Why did you choose May 4 for your reopening date?We thought we needed a week to get ourselves together and to individually contact every client and ask where they were, ask what they wanted to do, and then come back together as a team and say, “This percentage of my clientele wants to come back, I need this block of time.”
I also needed a week to procure cleaning supplies. The day it came it out in the paper, I had people calling and texting me already, “What are you going to do?” So it was either May 4 or another week later, and we thought we would give it a go.
I don’t have a problem being fluid, so if that goes poorly, I can say, “Hey, that didn’t work.” I hope people are forgiving of that.
You had a big demand from clients?I would say a moderate demand. I think I had as many people who said, “There’s no way, I’m coming back in.”
I’ve seen a lot of people simplify it down to, if you feel safe, go. If you don’t feel safe, don’t go. And yes, but no. People have to make decisions based on more than just that. There are so many people that own stakes in businesses, and they have to make a decision about their livelihood.
The other part of it is, if you’re allowed to open and you don’t, do you have any negotiating power left on rent and utilities? Or other services—we pay for credit card processing, we pay for a website, we pay for all kinds of stuff that people don’t think about. If the governor says my business is open, what’s going to happen with my ability to manage my bills? There’s no way we’re going to be able to cover them this month.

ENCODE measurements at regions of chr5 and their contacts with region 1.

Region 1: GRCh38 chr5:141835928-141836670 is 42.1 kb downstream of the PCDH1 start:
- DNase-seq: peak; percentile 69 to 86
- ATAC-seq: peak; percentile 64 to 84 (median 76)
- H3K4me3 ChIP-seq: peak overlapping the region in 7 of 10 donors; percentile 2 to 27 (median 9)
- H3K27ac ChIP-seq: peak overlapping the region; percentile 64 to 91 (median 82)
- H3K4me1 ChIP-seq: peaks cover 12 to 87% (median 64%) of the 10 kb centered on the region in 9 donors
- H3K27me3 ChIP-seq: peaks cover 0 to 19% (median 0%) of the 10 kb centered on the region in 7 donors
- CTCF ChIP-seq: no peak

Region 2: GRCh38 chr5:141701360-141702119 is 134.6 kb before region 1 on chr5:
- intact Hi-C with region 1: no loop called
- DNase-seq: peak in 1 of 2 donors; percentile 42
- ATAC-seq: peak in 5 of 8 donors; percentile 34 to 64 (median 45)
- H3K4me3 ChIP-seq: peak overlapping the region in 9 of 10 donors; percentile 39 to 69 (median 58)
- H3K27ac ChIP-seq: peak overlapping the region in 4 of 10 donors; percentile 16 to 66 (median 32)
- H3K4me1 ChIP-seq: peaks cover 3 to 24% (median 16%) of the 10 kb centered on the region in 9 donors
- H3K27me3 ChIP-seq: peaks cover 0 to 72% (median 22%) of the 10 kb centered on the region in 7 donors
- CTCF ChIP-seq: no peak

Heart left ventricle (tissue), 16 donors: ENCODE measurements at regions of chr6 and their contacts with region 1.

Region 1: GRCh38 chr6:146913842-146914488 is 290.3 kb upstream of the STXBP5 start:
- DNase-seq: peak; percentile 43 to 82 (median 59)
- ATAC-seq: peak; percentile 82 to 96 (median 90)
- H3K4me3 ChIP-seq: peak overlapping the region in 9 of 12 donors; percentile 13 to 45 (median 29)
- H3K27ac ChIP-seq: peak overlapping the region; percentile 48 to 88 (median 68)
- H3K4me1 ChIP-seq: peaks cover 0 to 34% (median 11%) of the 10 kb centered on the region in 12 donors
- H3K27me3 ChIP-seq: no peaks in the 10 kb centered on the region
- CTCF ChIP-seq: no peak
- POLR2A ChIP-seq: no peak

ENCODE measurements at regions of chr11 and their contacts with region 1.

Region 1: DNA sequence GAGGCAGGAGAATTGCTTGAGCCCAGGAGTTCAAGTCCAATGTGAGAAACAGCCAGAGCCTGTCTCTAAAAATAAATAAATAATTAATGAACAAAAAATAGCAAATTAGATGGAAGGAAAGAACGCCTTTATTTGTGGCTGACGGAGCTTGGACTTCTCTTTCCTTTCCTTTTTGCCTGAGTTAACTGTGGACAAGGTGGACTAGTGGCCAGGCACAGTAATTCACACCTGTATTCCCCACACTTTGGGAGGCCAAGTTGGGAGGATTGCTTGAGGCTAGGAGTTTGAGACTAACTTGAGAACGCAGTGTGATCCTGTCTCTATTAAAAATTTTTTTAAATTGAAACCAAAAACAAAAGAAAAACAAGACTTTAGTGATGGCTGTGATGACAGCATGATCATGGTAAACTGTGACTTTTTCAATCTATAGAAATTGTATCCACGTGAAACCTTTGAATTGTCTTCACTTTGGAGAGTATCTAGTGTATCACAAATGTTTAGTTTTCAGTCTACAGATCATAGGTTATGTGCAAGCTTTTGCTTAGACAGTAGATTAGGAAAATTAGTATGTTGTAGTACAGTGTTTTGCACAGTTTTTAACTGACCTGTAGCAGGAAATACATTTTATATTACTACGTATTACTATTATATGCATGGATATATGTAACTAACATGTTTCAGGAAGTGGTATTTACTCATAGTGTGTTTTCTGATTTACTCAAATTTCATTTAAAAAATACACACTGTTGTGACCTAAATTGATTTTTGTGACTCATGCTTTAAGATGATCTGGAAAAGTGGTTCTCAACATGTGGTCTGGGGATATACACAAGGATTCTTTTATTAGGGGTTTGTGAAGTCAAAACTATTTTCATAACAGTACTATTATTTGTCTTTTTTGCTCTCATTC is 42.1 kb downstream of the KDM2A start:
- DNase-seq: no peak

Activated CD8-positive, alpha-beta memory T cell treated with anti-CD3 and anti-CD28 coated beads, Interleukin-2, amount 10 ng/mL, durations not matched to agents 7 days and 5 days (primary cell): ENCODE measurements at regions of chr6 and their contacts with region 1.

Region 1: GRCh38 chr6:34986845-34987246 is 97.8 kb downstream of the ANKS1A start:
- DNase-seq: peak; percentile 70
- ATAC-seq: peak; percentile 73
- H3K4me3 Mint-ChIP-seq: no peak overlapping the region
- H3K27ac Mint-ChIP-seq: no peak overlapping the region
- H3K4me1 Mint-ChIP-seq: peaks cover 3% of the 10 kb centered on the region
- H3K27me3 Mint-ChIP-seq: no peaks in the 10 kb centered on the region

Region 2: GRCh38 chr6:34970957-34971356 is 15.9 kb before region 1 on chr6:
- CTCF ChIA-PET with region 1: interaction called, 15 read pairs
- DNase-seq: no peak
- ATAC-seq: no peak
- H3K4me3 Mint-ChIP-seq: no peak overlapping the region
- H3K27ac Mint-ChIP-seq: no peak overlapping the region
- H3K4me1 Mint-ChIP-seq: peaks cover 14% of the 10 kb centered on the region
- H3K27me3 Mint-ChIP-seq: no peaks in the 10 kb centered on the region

Are you and your staff all on the same page?I think we all have the same level of caution, which is really helpful, and they’re all very understanding. When we sign the independent contractor contract, they understand that with being an independent contractor comes a lot of freedom to make as much money as you want to. You bring in clients, build your business under my roof, there’s a lot of freedom there, but there’s also not a lot of safety net for that contract.
They have to buy their own insurance, I cannot apply for unemployment for them. I think what’s nice is that no one on my team is valuing their income over the safety of our clients, which is wonderful. We can really talk through the protocols and be on the same page with safety, so that’s good.
I think some people are more desperate than we are. We’re lucky. Every single one of my people have a spouse or partner with a job, or a second job, or something to do. I don’t think any of us would let another person get into a situation that was dire.
I haven’t seen anyone opening up in a cavalier, uncaring way. Nobody wants to get sick.